Friday, May 23, 2008


Passages has packed all of its possessions into a spotted kerchief, knotted, and tied to a stick, and setting off for pastures anew. is proving an inhopsitable host.  And so, Passages has found a new home, HERE … drop in if you’re passssing …
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Saturday, May 17, 2008


Those eyes, that blue orb.  The Madonna with the Globe, as she might be known, inhabits a grotto at the Cathedral of the Blessed Sacrament.  A remarkable tableau in the city fabric, tucked away in a courtyard.  She has long fascinated me, and I wanted to photograph her, yet she has been globeless for quite a long period, unearthly, her hands held up in anticipation, her eyes imploring.   Perhaps God had wanted the world back for a bit, some amendments, a bit of editing.  And now, this heavenly earth has returned, Aotearoa New Zealand et alia, are gorgeously delineated with golden beaches.  The ocean is the most remarkable blue, a cerulean sea.  Ne plus ultramarine….

Madonna with the Globe, Cathedral of the Blessed Sacrament, Christchurch, May 2008

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Friday, May 9, 2008

Reflective Infinity, Cockatoo Island, Sydney, April 2008, JB

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Infinity is a necessary frustration.  It also is immensely terrifying.  Particularly that point where eternity and infinity intersect, some kind of swirling maelstrom perhaps, or maybe a moment of incredible stasis, silence, somnolence,  where Pascal can be barely heard, “When I consider the short duration of my life, swallowed up in the eternity before and after, the little space which I fill and even can see, engulfed in the infinite immensity of spaces of which I am ignorant and which know me not, I am frightened and am astonished at being here rather than there; for there is no reason why here rather than there, why now rather than then. Who has put me here? By whose wonder and direction have this place and time been allotted to me? The eternal silence of these infinite spaces frightens me.”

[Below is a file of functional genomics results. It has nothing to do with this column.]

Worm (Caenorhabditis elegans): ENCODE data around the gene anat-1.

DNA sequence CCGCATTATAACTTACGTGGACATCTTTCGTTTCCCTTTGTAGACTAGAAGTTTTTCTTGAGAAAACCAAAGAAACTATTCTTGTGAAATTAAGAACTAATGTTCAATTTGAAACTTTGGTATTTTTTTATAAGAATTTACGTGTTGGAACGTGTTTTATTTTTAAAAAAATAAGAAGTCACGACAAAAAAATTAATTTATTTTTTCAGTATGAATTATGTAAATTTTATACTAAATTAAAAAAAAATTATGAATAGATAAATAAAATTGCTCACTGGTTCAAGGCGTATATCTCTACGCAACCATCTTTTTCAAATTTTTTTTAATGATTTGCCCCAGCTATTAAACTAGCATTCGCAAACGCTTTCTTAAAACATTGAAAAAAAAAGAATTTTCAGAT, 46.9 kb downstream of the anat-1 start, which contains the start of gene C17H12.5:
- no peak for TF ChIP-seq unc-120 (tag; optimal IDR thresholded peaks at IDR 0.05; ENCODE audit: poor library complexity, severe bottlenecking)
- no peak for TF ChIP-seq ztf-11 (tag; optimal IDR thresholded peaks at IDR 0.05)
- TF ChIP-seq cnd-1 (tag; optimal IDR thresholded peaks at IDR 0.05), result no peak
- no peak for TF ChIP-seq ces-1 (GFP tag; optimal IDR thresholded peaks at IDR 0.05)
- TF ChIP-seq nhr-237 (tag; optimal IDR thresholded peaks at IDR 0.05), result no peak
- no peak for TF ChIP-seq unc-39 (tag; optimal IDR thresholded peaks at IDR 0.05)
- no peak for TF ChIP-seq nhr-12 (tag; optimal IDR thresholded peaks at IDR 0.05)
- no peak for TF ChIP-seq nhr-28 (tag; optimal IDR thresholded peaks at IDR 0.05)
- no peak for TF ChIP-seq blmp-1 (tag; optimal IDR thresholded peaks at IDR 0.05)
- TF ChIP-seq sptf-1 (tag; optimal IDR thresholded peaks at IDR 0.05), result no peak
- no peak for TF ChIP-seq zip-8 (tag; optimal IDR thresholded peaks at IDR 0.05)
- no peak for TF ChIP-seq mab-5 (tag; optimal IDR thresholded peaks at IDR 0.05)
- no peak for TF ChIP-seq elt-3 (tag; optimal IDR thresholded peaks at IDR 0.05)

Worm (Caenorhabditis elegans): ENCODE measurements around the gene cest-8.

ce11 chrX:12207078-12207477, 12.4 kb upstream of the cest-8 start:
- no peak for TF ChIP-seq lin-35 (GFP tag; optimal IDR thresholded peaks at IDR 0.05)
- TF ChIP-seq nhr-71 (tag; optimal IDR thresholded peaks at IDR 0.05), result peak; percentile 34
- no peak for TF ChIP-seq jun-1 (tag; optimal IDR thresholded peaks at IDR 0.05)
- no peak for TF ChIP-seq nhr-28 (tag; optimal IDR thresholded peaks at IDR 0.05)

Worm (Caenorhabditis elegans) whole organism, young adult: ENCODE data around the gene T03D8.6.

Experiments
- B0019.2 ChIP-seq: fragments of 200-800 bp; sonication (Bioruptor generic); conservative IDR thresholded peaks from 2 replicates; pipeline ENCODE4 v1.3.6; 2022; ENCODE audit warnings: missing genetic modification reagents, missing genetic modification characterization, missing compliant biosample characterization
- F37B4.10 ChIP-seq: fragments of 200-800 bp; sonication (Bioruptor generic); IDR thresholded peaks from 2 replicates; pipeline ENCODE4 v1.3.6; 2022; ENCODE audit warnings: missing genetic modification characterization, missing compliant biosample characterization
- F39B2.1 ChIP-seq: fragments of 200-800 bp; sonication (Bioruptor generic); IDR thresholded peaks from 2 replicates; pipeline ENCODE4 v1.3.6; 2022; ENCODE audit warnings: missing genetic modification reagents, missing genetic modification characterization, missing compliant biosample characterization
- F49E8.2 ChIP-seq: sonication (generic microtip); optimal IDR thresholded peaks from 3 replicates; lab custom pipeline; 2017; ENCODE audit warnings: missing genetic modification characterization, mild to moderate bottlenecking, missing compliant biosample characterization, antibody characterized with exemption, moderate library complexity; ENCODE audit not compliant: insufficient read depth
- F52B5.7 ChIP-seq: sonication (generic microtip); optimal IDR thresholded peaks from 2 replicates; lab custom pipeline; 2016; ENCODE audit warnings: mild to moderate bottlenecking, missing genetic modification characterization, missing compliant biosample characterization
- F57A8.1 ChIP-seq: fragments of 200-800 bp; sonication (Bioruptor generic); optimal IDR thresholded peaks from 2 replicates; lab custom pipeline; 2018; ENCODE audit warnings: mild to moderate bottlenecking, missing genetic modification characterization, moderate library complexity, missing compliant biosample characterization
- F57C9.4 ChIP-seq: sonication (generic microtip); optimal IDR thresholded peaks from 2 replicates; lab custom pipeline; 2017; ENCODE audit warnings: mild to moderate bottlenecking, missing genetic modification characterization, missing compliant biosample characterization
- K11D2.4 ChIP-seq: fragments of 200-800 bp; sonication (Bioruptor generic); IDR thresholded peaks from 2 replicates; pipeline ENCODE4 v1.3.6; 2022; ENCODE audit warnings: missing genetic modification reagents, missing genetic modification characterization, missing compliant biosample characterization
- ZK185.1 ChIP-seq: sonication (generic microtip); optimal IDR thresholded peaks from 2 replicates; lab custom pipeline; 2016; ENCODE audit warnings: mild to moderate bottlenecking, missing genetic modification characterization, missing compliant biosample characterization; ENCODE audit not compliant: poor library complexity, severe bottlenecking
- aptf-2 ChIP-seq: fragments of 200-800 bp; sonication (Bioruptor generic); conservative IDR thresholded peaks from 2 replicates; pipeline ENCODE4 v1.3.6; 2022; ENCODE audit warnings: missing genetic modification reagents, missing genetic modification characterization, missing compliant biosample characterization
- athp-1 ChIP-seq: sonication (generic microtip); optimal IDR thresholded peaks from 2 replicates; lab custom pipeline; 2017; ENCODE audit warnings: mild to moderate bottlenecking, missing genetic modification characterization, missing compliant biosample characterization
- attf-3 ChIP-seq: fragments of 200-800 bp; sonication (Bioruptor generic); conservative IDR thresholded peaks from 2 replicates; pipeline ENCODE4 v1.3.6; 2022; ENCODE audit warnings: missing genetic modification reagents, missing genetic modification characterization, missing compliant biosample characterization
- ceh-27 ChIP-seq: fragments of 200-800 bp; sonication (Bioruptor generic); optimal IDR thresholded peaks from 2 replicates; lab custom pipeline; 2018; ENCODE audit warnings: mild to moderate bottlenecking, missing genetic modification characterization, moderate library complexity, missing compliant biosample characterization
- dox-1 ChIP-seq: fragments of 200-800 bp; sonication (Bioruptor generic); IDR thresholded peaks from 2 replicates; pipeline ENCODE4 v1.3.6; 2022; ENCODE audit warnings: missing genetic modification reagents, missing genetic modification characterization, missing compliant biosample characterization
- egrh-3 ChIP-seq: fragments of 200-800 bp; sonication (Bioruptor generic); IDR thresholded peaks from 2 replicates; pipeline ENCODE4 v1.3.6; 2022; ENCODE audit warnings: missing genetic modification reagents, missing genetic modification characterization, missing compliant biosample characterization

So what happens when something is completed, something that had been considered infinite reaches, for a moment, a point of finitude.  It is like unrequited love becoming requited, and thence a source of disillusionment.  Better not to reach that point, but to remain in that state of becoming, in all senses of the word.  But that stage of  finishing a sizable project, sending it out into the world, and being left with nothing but a void, yawning, gaping, aching, awaiting something to rush in, swirl in and take its place.  To restore infinity.  

Infinity Culvert, Halswell (that ends well), May 2008, JB


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Sunday, May 4, 2008


Quiet days as autumn segues away into winter.  A weekend storm.  A certain light.  The chill in the air.  Another time unfurls.  Two times.  Long ago, a film, Diva.  The scene: a spare apartment, in the centre of which sits a bath tub.  The rest of the film fades, apart from the magnificent aria from La Wally, yet this mise-en-scene remains.  And then, not long ago, arriving in New York.  Late night arrival, delayed, plane ‘broken’.  2:00 am.  Crisp air.  Fall.  Delivered to the odd urban square, very much as it had been described: the clock, the concrete seats, the planters.  And there sitting amongst it, the square’s describer, smoking, staring at the night sky.   Talking into the night, tea, wine, exchanges of gifts, sitting in the kitchen.  The only room in the apartment which is not a bedroom.  Through tired eyes the sculptural form of a bathtub looms in the shadows at the side of the kitchen.  Then he fills it - ’this is for you’.  Out of my head, into a film, bathing, the sound of Manhattan swirling.  Drifting.   Days later the odd urban square becomes a lounge, a retreat.  Sitting, reading, Twilight of Love.  Robert Dessaix’s tale of travelling in search of Turgenev.  ‘Are you okay?’  - a stranger.  Tears are flowing, unbeknownst.  For the book?  For this exile in the urban square?  For faraway, so close, in time, in space …